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Heterogeneous Memory Architecture Gains hUMA
Author: James Prior
Editor: Sean Ridgeley
Date: April 30th, 2013
With benefits for all
Today AMD announces details of an important new technology for the Hetergeneous System Architecture (HSA) platform specification: hUMA. hUMA represents heterogeneous memory access, and refers to a key capability required for the true integration of CPU and GPU workloads: the ability to have either device use shared memory without copies or transfers.
Heterogeneous Memory Architecture
In a phone briefing with Phil Rogers, AMD Corporate Fellow and Joe Macri, AMD Corporate Vice President and Product CTO, we heard about the latest innovation in memory model. This was telegraphed by the Sony PlayStation 4 announcement which revealed the semi-custom APU from AMD featured in the PS4 permitted a unified memory space, to be provided by 8GB of high speed graphics type memory. Phil and Joe are the remaining two members of the original AMD braintrust that created HSA, which also included Eric Demers (now Qualcomm VP of Engineering) and Chuck Moore (RIP).
'Preserving investment in software and programming models is paramount'
- Phil Rogers, AMD Corporate Fellow
This innovation is driven by the need for heterogeneous computing, with a 'move the compute not the data' mantra. Ten years ago, the memory innovation was 64-bit, where AMD's Athlon64 succeeded against various competitor designs to increase the address space. AMD64 was successful because it was simple and easy for engineers to adopt 64-bit, as AMD's solution was backwards compatible. Phil says AMD64 delivered on a paramount need for software developers, preserving their investment in then current programming and design models.
'We cannot damage what we have already built'
- Joe Macri, AMD Corporate Vice President and Product CTO
The big explosion in compute performance is currently being delivered by GPUs, now offering more than 10 times that of the CPU (a slightly unfair comparison as GPUs are currently constrained by a much higher power ceiling than CPUs are because of the add-in board specification limits). In current APUs, the x86 cores deliver around 1/5th the FLOP performance of the GPU, which, while a long way from the headline 10 times figure, is a significant enough increase to warrant migrating workloads to the GPU where it makes sense. Performance per watt is key in all areas of major systems design and GPUs are superb at massively parallel operations.
Modern OSs limit page locks to half the installed addressable memory, a feature we've seen for integrated and APU graphics for a while -- you can't overcommit or even dynamically allocate memory to a GPU device. hUMA changes this, permitting a single pool of memory to be used by either device (CPU or GPU) and tasks to move seamlessly between them.
This also includes embedded DRAM (and discrete GPUs to a degree). hUMA will allow for eDRAM to be mapped into the address space as conventional memory or as cache, and will work well with either. Discrete GPUs will be able to work directly with the main system memory but not another discrete GPUs VRAM, and vice versa -- the main system will have the ability to query dGPU memory though extended addressing but not native access or control.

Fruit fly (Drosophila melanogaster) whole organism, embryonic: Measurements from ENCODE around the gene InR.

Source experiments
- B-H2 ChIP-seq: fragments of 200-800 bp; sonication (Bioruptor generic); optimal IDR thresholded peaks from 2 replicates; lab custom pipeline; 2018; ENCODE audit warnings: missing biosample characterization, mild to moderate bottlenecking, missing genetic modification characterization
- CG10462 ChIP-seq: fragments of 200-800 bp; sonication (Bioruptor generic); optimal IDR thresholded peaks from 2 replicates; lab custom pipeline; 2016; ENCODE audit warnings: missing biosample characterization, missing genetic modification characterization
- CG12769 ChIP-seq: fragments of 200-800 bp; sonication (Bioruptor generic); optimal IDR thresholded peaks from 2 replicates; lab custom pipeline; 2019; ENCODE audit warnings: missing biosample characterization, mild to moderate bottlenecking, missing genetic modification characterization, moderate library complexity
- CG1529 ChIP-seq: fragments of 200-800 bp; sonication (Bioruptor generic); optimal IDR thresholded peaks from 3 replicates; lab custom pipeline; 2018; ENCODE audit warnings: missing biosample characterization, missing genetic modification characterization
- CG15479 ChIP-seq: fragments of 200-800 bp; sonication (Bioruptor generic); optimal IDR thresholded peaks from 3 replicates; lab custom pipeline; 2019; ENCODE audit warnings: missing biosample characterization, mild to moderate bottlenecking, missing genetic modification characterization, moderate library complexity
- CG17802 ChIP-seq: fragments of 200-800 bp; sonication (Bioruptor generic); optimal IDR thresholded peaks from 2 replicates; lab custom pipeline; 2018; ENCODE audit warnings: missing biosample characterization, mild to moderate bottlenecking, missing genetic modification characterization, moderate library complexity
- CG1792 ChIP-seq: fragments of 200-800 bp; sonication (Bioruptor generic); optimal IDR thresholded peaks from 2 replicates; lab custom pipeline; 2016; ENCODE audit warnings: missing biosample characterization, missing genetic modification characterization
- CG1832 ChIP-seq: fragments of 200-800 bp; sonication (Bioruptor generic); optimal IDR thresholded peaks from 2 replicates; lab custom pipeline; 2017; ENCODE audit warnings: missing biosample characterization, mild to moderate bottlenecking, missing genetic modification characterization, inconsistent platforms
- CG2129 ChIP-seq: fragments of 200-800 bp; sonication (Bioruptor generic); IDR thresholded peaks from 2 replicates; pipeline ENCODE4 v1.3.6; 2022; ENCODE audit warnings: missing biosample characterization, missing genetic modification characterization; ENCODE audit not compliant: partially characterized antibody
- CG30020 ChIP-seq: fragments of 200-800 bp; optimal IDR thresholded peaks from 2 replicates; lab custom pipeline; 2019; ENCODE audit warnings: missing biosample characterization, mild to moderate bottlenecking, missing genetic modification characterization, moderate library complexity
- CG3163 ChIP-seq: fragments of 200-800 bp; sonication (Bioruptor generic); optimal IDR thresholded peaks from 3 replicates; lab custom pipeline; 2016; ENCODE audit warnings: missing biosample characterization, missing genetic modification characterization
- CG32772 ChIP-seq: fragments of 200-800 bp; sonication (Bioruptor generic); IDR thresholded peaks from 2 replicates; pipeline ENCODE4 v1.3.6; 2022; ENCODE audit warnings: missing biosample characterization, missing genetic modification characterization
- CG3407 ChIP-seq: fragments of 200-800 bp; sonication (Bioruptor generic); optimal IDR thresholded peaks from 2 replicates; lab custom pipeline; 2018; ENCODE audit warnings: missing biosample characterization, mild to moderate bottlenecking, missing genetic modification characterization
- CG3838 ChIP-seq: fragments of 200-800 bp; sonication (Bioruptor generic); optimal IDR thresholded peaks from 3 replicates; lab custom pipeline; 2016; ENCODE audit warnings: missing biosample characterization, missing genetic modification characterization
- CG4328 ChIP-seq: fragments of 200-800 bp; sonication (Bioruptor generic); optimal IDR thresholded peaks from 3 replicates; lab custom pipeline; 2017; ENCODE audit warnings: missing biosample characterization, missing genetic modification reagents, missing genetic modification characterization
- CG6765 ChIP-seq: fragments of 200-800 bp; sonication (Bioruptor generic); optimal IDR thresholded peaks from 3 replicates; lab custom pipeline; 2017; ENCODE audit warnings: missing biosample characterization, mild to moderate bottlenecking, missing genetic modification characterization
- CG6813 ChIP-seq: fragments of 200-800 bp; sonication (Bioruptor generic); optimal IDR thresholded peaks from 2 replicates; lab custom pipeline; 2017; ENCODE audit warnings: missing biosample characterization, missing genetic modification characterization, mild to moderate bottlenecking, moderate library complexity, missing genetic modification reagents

Platform Memory Architecture Differences
AMD's APU codenamed Kaveri is the first product we'll see from AMD with this feature. Interestingly, Kabini doesn't have it. Kaveri will feature Steamroller cores with GCN cores (Sea Islands family, not Volcanic), and should be an extension of the FM2 platform currently in place for AMD's Trinity and Richland APUs.
Cache Coherency in HSA platform
Resource pools are the paradigm that has been moving through enterprise computing for a while now, reducing silos of storage, CPU, and RAM, and making it shared and available for everyone. This is happening at all levels, from datacenter locations and consolidation (the cloud movement) to platform providers (virtualization, storage) and is now hitting the compute platform itself, in the form of hUMA. The first applications that will benefit from these advancements are games.
'Programmers aren't engineers, they should be treated as artists'
- Joe Macri, AMD Corporate Vice President and Product CTO
Heterogeneous unified memory architecture platforms like those from AMD's semi-custom design team will be able to have much larger textures, and new game engine designs that don't count GPU render cycle as ‘dark' time but instead spin up multiple concurrent and asynchronous command threads for the GPU. The end result is getting the hardware out of the way of the programmer, to enable more capabilities and remove a bottleneck to creativity.
To this end, hUMA is fully compatible with the modern major memory models, including Python, JAVA, C11, and .NET. It's also extremely friendly to virtulization, with the GPU page table walker permitting nesting of multiple levels of hypervisor, physical, and user mode access. Properly formed applications already existing will find hUMA robust and stable; the aim is not to break what is working within the standards and documented features.
The Heterogeneous System Architecture standard and platform represent AMD's path of creating a standards based level playing field in which they can leverage their IP, collaboration, and design engineering expertise to capture market share. Breaking loose of traditional x86 platform design and innovating with a new set of peer level devices and partners gives AMD a tremendous opportunity.
AMD is holding the APU Developer Summit (formerly known as the AMD Fusion Developer's Summit in 2011 and 2012) in San Jose, California in November. Expect to see industry leading figures presenting new ideas and concepts in the keynotes, sessions, and demonstrations.